I was 11 in 1992.

Can’t say I was much of a Superman reader. I had loved the Christopher Reeve movies, but it didn’t translate to the comics. I’d picked up a number of the comics during John Byrne’s run, read the Action Comics Weekly era, and had bought the occasional issue here and there, but he’d never captured my imagination the same way as Batman. Or even horror and supernatural comics.

That changed one day when my dad brought home a copy of Superman: The Man of Steel #18.

Unbelievably…Doomsday is here!”

The Death of Superman (please see below for all of the creator credits) was so large, so anticipated, that it made ordinary news broadcasts on local radio in Canada. My father heard one of these and wanted to make sure I had copies of the story. Thinking both for the potential value in the future (although not to the degree that people who bought multiple copies of Superman #75 thought it was going to put their kids through university) and for the impact of this once in a lifetime, unthinkable end.

And it took a veritable army to tell the tale. All of the creators firing on all cylinders.

Across seven issues, all four of the main Superman series and a crossover into Justice League America, the devastation of Doomsday’s march to Metropolis unfolded. The creative teams worked in bits from the ongoing plots and character elements in their individual books (from the Underworld to Cadmus, Aussie Luthor’s Supergirl to the mystery of Bloodwynd), but the core focus was that unrelenting battle between Superman and Doomsday. They crafted a story that felt larger than life. Made all the more grim after Doomsday easily dispatched the Justice League.

All of it culminating in Superman #75 from Dan Jurgens, Brett Breeding, Glenn Whitmore, and John Costanza. The final battle in the Doomsday arc was suitably epic. Every page was a splash, spotlighting the devastation to Metropolis, the fear and concern of Lois & Jimmy, the determination of Superman, and the doggedness of Doomsday. Leading ultimately to a final, heartbreaking fold out.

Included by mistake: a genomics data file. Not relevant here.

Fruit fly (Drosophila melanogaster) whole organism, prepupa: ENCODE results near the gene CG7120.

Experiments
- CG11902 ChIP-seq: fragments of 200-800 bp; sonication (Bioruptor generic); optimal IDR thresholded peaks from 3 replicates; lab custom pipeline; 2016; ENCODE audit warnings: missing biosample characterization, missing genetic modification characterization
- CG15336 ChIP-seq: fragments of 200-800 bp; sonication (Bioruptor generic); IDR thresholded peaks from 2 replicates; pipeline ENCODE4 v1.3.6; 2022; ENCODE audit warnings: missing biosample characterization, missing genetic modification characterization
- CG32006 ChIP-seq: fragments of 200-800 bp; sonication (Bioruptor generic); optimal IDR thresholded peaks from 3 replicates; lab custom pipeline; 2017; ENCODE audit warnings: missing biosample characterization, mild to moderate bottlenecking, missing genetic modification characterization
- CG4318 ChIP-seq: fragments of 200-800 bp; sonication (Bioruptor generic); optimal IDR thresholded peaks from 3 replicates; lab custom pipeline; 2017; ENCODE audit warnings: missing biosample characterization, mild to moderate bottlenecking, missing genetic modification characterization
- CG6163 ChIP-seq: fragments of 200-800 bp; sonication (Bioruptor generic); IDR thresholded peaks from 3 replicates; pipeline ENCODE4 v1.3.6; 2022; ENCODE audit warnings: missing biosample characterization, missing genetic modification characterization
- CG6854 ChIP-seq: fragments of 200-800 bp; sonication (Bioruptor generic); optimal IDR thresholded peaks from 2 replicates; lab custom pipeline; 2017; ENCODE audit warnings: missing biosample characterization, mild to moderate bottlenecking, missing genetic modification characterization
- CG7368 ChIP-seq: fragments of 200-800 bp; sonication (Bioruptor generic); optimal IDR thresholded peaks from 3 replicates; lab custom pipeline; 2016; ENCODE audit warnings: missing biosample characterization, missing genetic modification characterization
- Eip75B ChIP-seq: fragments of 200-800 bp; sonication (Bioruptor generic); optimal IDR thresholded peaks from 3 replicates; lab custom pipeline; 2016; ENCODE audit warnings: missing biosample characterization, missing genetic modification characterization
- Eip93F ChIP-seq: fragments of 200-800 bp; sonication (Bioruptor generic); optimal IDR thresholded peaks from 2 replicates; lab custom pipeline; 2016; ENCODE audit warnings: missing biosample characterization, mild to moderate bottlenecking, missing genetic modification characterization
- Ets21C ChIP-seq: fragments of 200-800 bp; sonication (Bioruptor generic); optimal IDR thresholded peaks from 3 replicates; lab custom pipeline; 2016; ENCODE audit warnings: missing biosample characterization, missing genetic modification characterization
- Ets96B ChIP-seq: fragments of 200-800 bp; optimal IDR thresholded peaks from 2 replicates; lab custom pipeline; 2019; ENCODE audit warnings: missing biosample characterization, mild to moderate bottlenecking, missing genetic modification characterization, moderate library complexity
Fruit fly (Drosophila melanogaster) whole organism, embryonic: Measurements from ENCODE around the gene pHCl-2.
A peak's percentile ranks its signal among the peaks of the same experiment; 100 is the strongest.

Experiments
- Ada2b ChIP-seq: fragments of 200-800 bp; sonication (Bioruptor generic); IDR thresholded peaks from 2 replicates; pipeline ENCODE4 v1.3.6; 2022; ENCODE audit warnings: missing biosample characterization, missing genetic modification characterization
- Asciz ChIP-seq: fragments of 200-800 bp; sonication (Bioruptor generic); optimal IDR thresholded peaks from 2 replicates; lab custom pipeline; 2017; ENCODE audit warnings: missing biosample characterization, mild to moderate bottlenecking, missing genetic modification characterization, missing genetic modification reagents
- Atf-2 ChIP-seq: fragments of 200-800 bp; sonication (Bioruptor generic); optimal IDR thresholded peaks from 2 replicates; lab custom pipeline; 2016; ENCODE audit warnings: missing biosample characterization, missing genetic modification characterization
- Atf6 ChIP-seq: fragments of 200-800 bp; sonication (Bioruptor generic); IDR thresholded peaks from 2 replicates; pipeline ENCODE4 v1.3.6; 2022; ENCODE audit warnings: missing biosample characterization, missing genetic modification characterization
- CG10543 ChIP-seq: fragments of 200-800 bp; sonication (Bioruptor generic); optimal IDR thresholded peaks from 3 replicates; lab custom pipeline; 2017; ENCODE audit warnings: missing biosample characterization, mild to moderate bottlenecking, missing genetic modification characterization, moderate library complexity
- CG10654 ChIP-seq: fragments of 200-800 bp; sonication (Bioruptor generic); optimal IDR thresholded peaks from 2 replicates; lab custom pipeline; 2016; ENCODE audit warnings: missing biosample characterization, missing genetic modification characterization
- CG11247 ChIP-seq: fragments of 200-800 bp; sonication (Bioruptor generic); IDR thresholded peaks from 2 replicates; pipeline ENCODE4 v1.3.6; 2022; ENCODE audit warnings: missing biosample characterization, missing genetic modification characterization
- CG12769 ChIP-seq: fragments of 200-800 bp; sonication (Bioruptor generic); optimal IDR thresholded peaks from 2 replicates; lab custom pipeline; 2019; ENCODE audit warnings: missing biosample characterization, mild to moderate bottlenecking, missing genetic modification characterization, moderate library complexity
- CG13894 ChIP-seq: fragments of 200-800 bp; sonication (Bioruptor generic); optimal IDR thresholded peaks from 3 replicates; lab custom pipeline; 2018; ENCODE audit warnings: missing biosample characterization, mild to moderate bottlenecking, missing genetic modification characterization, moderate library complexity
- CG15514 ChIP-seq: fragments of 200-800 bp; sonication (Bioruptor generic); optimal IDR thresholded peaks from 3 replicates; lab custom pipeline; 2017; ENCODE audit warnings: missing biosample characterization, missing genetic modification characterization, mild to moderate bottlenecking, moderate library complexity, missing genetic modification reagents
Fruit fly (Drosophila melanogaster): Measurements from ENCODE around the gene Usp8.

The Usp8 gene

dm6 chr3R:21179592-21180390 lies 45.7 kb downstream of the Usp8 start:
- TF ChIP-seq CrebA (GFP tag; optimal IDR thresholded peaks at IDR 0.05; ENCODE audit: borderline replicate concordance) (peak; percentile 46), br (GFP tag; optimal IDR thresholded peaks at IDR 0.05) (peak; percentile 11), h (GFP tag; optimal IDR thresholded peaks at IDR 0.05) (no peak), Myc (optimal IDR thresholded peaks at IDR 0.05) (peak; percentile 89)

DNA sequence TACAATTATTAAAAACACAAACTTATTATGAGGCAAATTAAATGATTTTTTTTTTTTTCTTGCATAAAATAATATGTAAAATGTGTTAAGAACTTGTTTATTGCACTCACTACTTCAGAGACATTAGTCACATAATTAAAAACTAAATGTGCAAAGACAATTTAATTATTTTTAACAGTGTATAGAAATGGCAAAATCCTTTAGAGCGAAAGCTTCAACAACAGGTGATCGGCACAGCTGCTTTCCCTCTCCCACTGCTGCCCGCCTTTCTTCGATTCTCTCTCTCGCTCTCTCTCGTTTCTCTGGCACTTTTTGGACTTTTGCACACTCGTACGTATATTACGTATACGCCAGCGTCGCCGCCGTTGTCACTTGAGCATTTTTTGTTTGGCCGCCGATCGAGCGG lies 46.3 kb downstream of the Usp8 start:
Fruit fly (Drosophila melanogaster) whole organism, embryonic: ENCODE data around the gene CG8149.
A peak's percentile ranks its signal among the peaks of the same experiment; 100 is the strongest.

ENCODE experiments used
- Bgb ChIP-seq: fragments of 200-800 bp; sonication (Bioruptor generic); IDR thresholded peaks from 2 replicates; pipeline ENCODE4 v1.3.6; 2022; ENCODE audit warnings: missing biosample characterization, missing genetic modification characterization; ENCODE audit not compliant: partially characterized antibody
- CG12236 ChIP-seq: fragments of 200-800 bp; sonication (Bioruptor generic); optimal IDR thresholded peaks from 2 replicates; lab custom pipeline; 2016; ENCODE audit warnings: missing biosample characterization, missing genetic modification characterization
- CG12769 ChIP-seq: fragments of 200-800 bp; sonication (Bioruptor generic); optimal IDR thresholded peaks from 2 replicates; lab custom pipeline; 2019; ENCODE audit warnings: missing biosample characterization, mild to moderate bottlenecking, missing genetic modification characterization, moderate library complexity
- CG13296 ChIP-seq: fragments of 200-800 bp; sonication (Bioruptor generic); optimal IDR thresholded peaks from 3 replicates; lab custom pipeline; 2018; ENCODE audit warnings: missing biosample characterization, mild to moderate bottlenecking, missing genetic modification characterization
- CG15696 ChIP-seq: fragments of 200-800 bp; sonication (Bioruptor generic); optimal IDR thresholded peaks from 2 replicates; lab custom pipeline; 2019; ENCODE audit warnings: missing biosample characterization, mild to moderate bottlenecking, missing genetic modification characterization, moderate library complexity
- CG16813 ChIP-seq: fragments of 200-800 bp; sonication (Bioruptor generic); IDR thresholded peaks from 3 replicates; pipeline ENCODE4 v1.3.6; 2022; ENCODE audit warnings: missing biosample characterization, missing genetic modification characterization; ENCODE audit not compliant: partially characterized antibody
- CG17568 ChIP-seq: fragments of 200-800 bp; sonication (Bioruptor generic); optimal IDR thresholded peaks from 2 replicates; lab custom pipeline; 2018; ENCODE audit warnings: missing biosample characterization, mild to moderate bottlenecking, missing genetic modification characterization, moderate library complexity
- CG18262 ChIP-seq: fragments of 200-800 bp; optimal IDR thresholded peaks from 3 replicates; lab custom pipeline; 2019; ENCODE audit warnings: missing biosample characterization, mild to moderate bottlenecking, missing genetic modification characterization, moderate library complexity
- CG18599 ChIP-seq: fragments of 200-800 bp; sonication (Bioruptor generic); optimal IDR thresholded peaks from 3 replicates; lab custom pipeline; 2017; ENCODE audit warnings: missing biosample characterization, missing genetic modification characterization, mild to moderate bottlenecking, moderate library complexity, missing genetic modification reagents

And the DC Universe would never be the same.

They raised him to be a hero…to know the value of sacrifice.”

There had been nothing like The Death of Superman. I doubt there ever will be again. Though there are certainly events that have reached to its heights, and deaths of other characters that have a lasting impact, there’s nothing quite like the gravity of the end of the best and brightest. The creative teams captured magic across that battle. Then after the funeral, DC took the unprecedented move of cancelling the Superman books.

But death, death was only the beginning.

Death of Superman

Classic Comic Compendium: Death of Superman

The Death of Superman
Writers: Louise Simonson, Dan Jurgens, Jerry Ordway & Roger Stern
Pencillers: Jon Bogdanove, Dan Jurgens, Tom Grummett & Jackson Guice
Inkers: Dennis Janke, Rick Burchett, Brett Breeding, Doug Hazlewood & Denis Rodier
Colourists: Glenn Whitmore & Gene D’Angelo
Letterers: Bill Oakley, Willie Schubert, John Costanza & Albert DeGuzman
Publisher: DC Comics
Release Date: October 15 1992 – November 19 1992 (original issues)
Available collected in Superman: Doomsday, The Death of Superman – 30th Anniversary Deluxe Edition and The Death and Return of Superman Omnibus

Read past entries in the Classic Comic Compendium!